Valorant EU First Strike: the Guild gauntlet

Joseph Edwards
12 min readNov 21, 2020


As you read this, the bracket for the finals of First Strike: Europe is in the process of being set. By Monday, eight teams will have successfully run the gauntlet, and will play on 3rd-6th December for, among other things, a $100,000 pool and for the bragging rights of ending the first year of Valorant as champions.

Plenty will be written about those teams in the coming days. This piece is not about those teams. Let’s talk about one of the teams that didn’t make it in.

Let’s talk about Guild.

Oh, Guild. There is so much that can be written about Guild. I feel the need to explain the process here: the genesis for this piece was that I was going to write about a bunch of the different teams to just fall short — NiP, Opportunists, eXiLe, whoever misses in the second qualifier (still ongoing as I write this). I sat down, I started writing, and I was at 1000 words without even getting to the end of their pre-First Strike results yet. Just ruminations on the stories of bonkar, Yacine, Guild Esports, the lot.

So, saved in a different file, start over. Keep it short. Keep it simple. Exact same thing happened again.

So, to hell with it. Maybe I’ll write about the other teams later, but for now: let’s just talk Guild.

You may be able to skip this, but if not, first: who are Guild? Let’s go through the condensed story of their story until they became Guild. Sit tight. On practically the first day of Valorant beta, NiP re-signed their team from Paladins that they had let go to complete in Valorant, centred around IGL bonkar. bonkar would be (so far) the only one of the five to really successfully make the transition in the end, but he managed to build something special around him, bringing through players like rhyme, Zyppan, and, of course, Yacine.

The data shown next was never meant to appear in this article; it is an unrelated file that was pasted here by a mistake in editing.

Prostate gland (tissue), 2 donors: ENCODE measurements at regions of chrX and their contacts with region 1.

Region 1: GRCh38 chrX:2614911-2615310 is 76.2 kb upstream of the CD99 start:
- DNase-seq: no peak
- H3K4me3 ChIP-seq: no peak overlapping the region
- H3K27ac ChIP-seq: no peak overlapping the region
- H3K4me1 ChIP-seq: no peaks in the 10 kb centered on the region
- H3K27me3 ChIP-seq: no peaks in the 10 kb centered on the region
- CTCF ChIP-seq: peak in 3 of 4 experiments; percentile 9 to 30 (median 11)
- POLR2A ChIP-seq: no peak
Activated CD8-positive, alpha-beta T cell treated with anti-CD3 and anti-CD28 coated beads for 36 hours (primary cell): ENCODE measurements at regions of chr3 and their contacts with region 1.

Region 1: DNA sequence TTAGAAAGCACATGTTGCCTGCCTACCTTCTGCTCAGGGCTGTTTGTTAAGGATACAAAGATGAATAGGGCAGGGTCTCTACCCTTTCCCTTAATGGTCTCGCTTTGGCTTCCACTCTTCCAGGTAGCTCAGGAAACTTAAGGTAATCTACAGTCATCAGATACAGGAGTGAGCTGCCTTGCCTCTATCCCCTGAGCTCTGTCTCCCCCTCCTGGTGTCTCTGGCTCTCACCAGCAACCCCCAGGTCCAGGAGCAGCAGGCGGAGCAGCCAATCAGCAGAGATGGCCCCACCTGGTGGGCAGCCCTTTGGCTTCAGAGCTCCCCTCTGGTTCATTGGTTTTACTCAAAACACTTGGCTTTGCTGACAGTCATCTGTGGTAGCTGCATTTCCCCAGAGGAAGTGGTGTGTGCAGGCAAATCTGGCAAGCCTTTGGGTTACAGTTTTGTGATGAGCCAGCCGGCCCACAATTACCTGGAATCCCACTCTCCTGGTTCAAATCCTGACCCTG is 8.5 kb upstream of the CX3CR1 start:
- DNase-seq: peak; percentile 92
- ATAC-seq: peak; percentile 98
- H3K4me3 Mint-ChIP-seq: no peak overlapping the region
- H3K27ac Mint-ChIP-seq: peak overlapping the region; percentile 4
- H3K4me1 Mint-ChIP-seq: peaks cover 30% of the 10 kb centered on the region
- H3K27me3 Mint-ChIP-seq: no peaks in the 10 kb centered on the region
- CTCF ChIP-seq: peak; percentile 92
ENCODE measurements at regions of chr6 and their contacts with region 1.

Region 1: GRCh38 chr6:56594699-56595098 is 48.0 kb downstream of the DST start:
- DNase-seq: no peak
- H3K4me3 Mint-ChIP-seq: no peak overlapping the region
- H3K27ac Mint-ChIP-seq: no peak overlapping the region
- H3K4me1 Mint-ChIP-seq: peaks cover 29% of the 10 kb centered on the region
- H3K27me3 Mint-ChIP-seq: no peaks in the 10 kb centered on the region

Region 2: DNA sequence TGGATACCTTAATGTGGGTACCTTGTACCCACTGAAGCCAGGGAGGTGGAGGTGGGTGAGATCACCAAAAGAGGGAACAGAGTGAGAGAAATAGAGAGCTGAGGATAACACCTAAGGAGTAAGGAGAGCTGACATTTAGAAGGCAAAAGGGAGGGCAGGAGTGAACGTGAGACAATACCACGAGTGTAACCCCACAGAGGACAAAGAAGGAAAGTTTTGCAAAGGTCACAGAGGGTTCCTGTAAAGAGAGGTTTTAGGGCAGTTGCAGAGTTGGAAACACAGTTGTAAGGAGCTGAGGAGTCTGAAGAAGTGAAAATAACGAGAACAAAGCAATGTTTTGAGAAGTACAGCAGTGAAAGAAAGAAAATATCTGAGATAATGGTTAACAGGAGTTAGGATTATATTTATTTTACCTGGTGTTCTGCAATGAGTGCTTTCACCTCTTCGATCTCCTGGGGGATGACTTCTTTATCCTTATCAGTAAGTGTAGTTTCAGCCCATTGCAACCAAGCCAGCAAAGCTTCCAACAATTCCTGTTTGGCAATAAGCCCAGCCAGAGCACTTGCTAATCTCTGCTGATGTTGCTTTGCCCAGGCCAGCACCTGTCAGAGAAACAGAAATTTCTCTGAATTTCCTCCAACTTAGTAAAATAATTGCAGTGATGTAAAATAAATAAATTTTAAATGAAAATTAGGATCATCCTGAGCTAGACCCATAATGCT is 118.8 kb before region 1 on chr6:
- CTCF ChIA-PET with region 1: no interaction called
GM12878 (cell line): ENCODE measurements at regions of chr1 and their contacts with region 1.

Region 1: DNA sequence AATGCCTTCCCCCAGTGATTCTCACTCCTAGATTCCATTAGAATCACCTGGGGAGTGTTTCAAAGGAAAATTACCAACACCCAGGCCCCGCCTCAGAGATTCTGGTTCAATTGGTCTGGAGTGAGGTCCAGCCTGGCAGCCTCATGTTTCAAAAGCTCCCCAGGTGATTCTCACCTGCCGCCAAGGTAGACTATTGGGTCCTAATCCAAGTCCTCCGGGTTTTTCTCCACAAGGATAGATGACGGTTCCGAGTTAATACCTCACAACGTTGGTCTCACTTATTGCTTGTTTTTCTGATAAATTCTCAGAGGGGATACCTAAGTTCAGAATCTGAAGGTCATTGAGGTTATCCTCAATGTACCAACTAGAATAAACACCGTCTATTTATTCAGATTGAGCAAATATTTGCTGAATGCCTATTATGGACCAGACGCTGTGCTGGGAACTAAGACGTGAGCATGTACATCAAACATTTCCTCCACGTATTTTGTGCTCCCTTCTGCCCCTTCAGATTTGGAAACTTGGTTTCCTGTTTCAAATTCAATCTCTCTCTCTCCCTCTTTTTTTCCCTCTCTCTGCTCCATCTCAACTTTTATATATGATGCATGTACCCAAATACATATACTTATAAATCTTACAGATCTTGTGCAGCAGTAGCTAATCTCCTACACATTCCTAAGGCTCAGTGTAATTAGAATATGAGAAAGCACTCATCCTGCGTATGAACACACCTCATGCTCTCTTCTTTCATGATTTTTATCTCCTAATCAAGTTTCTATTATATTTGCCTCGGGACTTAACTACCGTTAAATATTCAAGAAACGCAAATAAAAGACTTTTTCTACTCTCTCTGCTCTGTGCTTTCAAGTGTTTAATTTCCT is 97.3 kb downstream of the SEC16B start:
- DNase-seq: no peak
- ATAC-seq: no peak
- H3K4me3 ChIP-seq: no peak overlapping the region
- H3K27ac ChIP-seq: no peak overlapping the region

After the end of closed beta, results declined, and NiP pulled the plug after a disappointing showing at Epulze Valorant Prodigies in June, kicking bonkar and rebuilding around rhyme (and new signing luckeRRR). Unperturbed, bonkar took Yacine (who had gone from a streamer filling in for a bit to one of the best riflers, best Razes, and best attack-sided players in Europe), and rebuilt the lineup, bringing in acclaimed but VAC-gated CS talent Sayf, a young Omen player by the name of ziz (now Leo), and eventually completing the five by giving up his Cypher to xajdish (formerly of Dreamchasers, now of nolpenki, and now of the handle Aron).

Results? Generally good.

credit: Liquipedia

The team were absolutely there in the top echelon throughout Ignition Series (despiting getting little in the way of invites), including two finals appearances (at Mandatory Cup 2 and LVL Clash 2), and (as always seems to be the way) a bunch of near misses (failing to qualify for Allied Esports Odyssey in successive overtime losses, coming within two rounds of playoffs at Vitality European Open). Opinion varied, but most ratings put them in the #3-#5 range in Europe by the end of Ignition — below G2 and FPX, but at or above the best of the pack (two Bo3 wins over NiP, one Bo1 win over Liquid), and let down honestly by a lack of invites more than anything else.